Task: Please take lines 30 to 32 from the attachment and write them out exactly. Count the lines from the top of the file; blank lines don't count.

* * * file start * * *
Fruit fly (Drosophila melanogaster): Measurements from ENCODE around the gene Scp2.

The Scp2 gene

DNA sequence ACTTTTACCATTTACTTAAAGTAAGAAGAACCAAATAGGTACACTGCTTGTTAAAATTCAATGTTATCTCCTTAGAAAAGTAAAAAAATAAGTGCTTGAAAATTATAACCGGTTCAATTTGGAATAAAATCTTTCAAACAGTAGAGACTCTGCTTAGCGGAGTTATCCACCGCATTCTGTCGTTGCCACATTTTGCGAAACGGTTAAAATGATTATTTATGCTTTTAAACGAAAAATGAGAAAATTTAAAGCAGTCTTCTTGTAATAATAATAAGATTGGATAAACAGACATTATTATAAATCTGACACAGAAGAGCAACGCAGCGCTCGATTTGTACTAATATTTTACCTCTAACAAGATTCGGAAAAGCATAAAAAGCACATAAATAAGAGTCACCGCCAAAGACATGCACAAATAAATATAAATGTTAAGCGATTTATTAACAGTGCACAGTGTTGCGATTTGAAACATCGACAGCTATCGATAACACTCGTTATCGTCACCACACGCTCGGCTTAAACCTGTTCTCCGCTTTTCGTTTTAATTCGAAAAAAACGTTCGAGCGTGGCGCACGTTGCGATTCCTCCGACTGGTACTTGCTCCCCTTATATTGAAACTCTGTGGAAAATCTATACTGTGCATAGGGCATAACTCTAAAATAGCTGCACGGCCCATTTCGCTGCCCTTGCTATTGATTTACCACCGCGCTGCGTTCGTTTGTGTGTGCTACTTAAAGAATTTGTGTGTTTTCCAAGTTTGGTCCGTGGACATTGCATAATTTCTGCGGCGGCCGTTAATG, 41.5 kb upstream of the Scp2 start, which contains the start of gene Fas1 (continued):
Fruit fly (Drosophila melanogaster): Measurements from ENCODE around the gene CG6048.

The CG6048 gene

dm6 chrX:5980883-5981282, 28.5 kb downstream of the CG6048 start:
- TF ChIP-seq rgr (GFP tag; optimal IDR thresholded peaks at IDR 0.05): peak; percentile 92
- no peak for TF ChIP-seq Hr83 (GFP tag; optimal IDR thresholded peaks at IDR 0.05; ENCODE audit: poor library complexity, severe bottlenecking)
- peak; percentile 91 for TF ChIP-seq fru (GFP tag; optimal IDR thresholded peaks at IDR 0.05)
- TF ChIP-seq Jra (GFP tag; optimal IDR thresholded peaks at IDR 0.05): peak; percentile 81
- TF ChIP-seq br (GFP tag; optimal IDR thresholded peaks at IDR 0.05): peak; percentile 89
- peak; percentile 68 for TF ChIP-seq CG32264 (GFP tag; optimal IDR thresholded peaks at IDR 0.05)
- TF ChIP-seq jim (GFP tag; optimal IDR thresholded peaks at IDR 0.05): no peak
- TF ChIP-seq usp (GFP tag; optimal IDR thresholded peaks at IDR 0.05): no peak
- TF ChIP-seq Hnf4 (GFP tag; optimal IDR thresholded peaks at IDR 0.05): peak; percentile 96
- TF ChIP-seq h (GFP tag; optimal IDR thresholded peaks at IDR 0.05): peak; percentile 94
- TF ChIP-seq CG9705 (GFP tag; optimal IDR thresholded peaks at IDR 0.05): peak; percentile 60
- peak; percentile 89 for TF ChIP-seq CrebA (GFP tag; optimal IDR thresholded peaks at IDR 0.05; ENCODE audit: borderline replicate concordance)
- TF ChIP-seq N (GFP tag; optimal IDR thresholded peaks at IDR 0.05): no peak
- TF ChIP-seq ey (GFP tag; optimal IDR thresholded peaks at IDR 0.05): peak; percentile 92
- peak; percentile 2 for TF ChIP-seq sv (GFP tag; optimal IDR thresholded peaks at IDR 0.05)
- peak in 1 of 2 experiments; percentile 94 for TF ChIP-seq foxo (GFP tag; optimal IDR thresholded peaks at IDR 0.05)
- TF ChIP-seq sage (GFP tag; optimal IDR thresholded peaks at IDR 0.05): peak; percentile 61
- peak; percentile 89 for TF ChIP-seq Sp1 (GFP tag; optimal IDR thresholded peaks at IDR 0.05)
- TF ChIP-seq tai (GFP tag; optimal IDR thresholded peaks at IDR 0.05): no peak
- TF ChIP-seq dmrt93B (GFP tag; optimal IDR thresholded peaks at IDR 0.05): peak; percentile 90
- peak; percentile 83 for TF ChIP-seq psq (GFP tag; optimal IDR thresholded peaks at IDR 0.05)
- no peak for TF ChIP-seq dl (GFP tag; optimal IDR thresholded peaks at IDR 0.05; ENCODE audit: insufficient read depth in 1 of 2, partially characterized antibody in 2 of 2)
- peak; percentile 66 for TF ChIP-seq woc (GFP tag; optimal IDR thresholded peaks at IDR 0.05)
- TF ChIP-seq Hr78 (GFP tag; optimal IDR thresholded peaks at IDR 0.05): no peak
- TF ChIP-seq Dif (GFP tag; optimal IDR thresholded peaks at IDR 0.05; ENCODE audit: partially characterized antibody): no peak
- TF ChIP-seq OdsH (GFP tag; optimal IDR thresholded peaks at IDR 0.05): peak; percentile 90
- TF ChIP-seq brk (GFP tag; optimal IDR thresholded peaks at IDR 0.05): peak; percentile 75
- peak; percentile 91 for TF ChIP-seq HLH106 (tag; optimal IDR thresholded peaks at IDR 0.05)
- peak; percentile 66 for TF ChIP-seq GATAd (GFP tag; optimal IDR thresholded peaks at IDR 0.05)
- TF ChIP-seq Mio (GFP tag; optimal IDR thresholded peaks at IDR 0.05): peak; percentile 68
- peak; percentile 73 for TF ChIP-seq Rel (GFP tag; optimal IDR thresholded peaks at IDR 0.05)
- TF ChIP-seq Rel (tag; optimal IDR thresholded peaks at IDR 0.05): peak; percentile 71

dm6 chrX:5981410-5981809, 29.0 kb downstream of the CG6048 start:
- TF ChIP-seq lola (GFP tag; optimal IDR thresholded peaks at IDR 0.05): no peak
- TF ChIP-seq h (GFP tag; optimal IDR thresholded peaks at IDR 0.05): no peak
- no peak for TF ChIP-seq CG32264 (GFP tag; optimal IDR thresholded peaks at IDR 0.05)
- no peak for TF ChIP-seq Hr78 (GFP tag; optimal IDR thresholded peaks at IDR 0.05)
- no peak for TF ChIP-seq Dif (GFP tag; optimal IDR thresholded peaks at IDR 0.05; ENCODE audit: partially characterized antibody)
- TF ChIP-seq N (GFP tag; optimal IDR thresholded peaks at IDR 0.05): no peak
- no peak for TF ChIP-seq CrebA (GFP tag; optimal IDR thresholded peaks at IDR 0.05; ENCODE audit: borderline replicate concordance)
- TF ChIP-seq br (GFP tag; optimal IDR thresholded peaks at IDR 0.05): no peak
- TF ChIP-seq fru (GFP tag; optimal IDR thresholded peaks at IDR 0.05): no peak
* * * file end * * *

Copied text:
- TF ChIP-seq Hr78 (GFP tag; optimal IDR thresholded peaks at IDR 0.05): no peak
- TF ChIP-seq Dif (GFP tag; optimal IDR thresholded peaks at IDR 0.05; ENCODE audit: partially characterized antibody): no peak
- TF ChIP-seq OdsH (GFP tag; optimal IDR thresholded peaks at IDR 0.05): peak; percentile 90